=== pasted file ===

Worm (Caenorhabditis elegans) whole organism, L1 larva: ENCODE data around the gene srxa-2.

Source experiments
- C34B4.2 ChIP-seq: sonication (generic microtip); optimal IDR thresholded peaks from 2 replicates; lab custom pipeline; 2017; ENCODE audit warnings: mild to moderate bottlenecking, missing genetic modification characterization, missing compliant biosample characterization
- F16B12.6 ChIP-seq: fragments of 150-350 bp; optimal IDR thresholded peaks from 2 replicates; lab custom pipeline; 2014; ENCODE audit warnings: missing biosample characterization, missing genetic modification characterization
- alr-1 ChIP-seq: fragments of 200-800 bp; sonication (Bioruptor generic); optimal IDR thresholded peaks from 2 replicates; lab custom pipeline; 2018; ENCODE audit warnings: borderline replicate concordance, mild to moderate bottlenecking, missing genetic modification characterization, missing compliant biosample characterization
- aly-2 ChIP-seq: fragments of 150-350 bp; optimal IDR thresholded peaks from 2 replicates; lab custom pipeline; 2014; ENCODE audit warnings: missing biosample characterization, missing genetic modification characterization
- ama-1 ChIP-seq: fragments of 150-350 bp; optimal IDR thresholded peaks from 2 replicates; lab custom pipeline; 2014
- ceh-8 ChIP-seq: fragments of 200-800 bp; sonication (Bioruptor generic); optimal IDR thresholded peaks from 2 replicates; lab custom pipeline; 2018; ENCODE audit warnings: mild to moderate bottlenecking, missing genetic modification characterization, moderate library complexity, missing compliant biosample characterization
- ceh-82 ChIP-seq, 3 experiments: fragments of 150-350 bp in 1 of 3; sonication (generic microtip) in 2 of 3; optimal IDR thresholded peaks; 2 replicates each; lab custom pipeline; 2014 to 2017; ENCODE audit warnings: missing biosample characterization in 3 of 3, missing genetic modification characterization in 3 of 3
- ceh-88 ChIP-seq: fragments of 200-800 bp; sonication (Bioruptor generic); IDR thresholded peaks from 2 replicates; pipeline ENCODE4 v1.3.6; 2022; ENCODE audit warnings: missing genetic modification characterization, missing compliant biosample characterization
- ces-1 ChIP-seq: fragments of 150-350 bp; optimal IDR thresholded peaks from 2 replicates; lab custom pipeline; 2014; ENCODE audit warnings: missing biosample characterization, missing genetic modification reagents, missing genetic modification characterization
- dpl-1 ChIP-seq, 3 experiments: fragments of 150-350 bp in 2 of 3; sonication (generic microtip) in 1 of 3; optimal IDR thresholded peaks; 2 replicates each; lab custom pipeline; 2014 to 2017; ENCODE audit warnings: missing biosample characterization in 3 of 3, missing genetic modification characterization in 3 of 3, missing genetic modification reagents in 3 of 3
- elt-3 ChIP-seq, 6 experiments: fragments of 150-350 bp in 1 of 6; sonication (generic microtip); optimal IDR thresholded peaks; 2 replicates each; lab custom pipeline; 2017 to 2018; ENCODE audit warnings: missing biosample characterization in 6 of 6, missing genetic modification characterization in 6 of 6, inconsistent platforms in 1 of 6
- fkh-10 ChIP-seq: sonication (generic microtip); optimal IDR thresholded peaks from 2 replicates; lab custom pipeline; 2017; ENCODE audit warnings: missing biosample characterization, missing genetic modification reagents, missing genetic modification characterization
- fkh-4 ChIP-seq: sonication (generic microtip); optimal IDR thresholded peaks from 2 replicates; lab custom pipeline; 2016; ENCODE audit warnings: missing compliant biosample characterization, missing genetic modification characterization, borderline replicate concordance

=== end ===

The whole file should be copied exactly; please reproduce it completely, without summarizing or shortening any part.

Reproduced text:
Worm (Caenorhabditis elegans) whole organism, L1 larva: ENCODE data around the gene srxa-2.

Source experiments
- C34B4.2 ChIP-seq: sonication (generic microtip); optimal IDR thresholded peaks from 2 replicates; lab custom pipeline; 2017; ENCODE audit warnings: mild to moderate bottlenecking, missing genetic modification characterization, missing compliant biosample characterization
- F16B12.6 ChIP-seq: fragments of 150-350 bp; optimal IDR thresholded peaks from 2 replicates; lab custom pipeline; 2014; ENCODE audit warnings: missing biosample characterization, missing genetic modification characterization
- alr-1 ChIP-seq: fragments of 200-800 bp; sonication (Bioruptor generic); optimal IDR thresholded peaks from 2 replicates; lab custom pipeline; 2018; ENCODE audit warnings: borderline replicate concordance, mild to moderate bottlenecking, missing genetic modification characterization, missing compliant biosample characterization
- aly-2 ChIP-seq: fragments of 150-350 bp; optimal IDR thresholded peaks from 2 replicates; lab custom pipeline; 2014; ENCODE audit warnings: missing biosample characterization, missing genetic modification characterization
- ama-1 ChIP-seq: fragments of 150-350 bp; optimal IDR thresholded peaks from 2 replicates; lab custom pipeline; 2014
- ceh-8 ChIP-seq: fragments of 200-800 bp; sonication (Bioruptor generic); optimal IDR thresholded peaks from 2 replicates; lab custom pipeline; 2018; ENCODE audit warnings: mild to moderate bottlenecking, missing genetic modification characterization, moderate library complexity, missing compliant biosample characterization
- ceh-82 ChIP-seq, 3 experiments: fragments of 150-350 bp in 1 of 3; sonication (generic microtip) in 2 of 3; optimal IDR thresholded peaks; 2 replicates each; lab custom pipeline; 2014 to 2017; ENCODE audit warnings: missing biosample characterization in 3 of 3, missing genetic modification characterization in 3 of 3
- ceh-88 ChIP-seq: fragments of 200-800 bp; sonication (Bioruptor generic); IDR thresholded peaks from 2 replicates; pipeline ENCODE4 v1.3.6; 2022; ENCODE audit warnings: missing genetic modification characterization, missing compliant biosample characterization
- ces-1 ChIP-seq: fragments of 150-350 bp; optimal IDR thresholded peaks from 2 replicates; lab custom pipeline; 2014; ENCODE audit warnings: missing biosample characterization, missing genetic modification reagents, missing genetic modification characterization
- dpl-1 ChIP-seq, 3 experiments: fragments of 150-350 bp in 2 of 3; sonication (generic microtip) in 1 of 3; optimal IDR thresholded peaks; 2 replicates each; lab custom pipeline; 2014 to 2017; ENCODE audit warnings: missing biosample characterization in 3 of 3, missing genetic modification characterization in 3 of 3, missing genetic modification reagents in 3 of 3
- elt-3 ChIP-seq, 6 experiments: fragments of 150-350 bp in 1 of 6; sonication (generic microtip); optimal IDR thresholded peaks; 2 replicates each; lab custom pipeline; 2017 to 2018; ENCODE audit warnings: missing biosample characterization in 6 of 6, missing genetic modification characterization in 6 of 6, inconsistent platforms in 1 of 6
- fkh-10 ChIP-seq: sonication (generic microtip); optimal IDR thresholded peaks from 2 replicates; lab custom pipeline; 2017; ENCODE audit warnings: missing biosample characterization, missing genetic modification reagents, missing genetic modification characterization
- fkh-4 ChIP-seq: sonication (generic microtip); optimal IDR thresholded peaks from 2 replicates; lab custom pipeline; 2016; ENCODE audit warnings: missing compliant biosample characterization, missing genetic modification characterization, borderline replicate concordance